Even after graduating from college, you have an excuse for not having your finances in order because you are still figuring life out.
But by the time you pass 30 you realize you have to get better with money.
You’ve been on this planet for over three decades, heading for a fourth, and for many, that means settling down and starting a family; mortgages, kids, and all.
Add a massive student debt and having to think about retirement, and managing your personal finances becomes a hot mess.
To help you out, we’ve selected five blogs that we think will serve you well.
Best Blog for Dealing With Mortgage
You won’t ever achieve financial independence for as long as you have to repay big loans.
Hence why personal finance advisors often answer “pay off debt” when asked, “How can I improve my financial situation?”
Building wealth while indebted is like filling a leaking bucket, while managing your loans is how you plug the hole.
On Doctor of Credit, you can find a ton of information on loans, credit cards, banking, and everything related to the issue of borrowing money.
Plus, the site features a list of bank/credit card-related deals that are updated daily!
…for New Parents
New generations are forming families with children in their 30s and later, rather than in their 20s as it used to be.
But along with the euphoria of bringing or having brought a new life on this planet comes a plethora of new responsibilities.
If you have kids or are planning to, undoubtedly you are asking yourself how to get better with money so you can best meet your child’s needs.
To help with that, Money Crashers, one of the most popular finance blogs out there, has a section dedicated to family and home.
The category features plenty of advice on a variety of topics—from how to plan a romantic date on a budget to how to handle your taxes as a married couple.
…for Career Development
Proper financial planning in your 30s includes thinking about college debt, mortgage, raising a family, retiring, and also consider your ongoing career development.
Many people now opt for a stay-at-home freelance career which, however, doesn’t mean you won’t benefit from a career development plan.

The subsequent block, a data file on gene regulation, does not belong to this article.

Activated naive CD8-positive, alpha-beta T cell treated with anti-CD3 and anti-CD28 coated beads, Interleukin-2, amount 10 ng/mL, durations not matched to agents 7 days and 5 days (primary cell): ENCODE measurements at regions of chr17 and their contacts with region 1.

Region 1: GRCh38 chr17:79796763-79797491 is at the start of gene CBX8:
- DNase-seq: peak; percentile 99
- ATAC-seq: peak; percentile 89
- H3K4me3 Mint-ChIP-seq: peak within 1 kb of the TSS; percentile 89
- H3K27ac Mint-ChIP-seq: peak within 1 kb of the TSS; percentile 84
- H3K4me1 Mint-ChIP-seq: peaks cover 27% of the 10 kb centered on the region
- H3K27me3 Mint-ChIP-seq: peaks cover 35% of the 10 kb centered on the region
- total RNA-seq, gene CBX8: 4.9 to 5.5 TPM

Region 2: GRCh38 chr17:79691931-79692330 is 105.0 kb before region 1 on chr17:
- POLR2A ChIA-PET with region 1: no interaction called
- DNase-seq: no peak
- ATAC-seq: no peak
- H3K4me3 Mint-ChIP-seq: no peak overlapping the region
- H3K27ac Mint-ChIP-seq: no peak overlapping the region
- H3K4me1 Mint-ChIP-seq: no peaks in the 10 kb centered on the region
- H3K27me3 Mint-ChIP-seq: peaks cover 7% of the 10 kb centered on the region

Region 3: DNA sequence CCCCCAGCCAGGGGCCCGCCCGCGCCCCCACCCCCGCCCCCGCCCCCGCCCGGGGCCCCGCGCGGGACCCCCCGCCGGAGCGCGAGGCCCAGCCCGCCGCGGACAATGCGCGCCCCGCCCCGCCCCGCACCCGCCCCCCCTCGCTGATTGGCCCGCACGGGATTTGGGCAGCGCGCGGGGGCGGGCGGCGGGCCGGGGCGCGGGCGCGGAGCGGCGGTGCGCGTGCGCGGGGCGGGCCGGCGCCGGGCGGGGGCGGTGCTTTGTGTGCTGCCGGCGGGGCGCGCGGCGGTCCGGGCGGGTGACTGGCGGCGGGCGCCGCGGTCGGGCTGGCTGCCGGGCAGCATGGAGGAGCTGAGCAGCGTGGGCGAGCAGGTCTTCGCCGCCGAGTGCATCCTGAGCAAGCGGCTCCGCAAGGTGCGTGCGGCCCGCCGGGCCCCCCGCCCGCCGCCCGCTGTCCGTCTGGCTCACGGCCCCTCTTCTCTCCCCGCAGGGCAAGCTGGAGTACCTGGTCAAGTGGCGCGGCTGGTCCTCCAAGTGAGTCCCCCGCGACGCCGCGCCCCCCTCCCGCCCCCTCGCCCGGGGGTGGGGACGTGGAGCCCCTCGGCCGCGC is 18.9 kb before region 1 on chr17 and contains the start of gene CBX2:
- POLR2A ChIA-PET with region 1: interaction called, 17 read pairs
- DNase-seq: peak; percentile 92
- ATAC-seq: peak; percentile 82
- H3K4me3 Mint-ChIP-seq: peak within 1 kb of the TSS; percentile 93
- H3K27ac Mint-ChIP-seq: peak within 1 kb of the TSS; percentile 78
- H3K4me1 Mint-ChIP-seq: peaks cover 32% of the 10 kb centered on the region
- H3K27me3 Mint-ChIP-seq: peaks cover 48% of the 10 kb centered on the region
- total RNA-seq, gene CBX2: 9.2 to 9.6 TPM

On the other hand, if you are pursuing the more traditional 9-to-5, you are equally in need of actionable advice on how to grow your career and money.
The Penny Hoarder, which currently stands on top of our best financial blogs list, writes about side gigs and career development.
On this site, you can get the complete package on how to make more out of your primary job and how to build a side gig to go towards your emergency fund or retirement plan.
Retirement planning is one of those things that are never too early to start.
And while few 20 somethings think about this stuff, getting into your 30s, it is high time to put serious thought into the matter.
To find the answer on how to plan for retirement in your 30s and 40s head over to Good Financial Cents.
The site caters to both those who are nearing retirement and those who have already entered this stage of their lives.
If, however, you can’t bear the thought of having to wait until you are past 60 and would rather quit working early, the Mad Fientist has got you covered with its early retirement blog and financial independence podcast.
…for Real estate
Save for building an industry-leading corporation, for centuries the best way to build wealth in your 30s has been getting into real estate.
It’s something we also covered in our post on best personal finance blogs for 20 somethings because buying a property is something that can work to the benefit of people of all ages.
Goes without saying, though, that whether your real estate investment pays off or not depends on whether you navigate the market well.
The Investor Junkie has neat guides on how to get into real estate along with other useful resources like a real estate crowdfunding comparison list and reviews of the listed platforms.
There are so many places where you can find good personal finance advice be it for debt, career development, raising a family or investing, among others
What’s on your list of favorite personal finance blogs?